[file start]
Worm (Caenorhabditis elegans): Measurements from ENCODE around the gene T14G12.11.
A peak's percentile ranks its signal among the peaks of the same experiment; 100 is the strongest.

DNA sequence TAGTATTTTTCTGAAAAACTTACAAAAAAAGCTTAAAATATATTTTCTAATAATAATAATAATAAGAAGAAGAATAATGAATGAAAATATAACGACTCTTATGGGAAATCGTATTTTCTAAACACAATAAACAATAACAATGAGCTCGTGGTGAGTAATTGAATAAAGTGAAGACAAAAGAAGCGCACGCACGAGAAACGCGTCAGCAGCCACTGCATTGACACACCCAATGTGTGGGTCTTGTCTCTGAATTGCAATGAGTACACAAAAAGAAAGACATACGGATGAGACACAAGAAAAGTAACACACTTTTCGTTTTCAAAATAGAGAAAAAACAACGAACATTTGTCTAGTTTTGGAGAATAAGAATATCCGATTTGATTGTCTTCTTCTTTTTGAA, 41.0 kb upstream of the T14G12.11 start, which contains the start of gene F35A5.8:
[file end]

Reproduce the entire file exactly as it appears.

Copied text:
Worm (Caenorhabditis elegans): Measurements from ENCODE around the gene T14G12.11.
A peak's percentile ranks its signal among the peaks of the same experiment; 100 is the strongest.

DNA sequence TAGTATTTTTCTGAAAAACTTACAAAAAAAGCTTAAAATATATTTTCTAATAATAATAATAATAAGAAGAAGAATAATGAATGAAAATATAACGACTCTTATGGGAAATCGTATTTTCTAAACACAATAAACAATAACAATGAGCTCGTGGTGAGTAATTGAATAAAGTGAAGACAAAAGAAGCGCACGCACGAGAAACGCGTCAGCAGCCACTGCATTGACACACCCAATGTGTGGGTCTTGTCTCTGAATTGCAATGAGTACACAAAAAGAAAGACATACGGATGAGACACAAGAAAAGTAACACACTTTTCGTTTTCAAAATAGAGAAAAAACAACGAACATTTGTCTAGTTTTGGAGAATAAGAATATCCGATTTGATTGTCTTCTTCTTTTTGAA, 41.0 kb upstream of the T14G12.11 start, which contains the start of gene F35A5.8: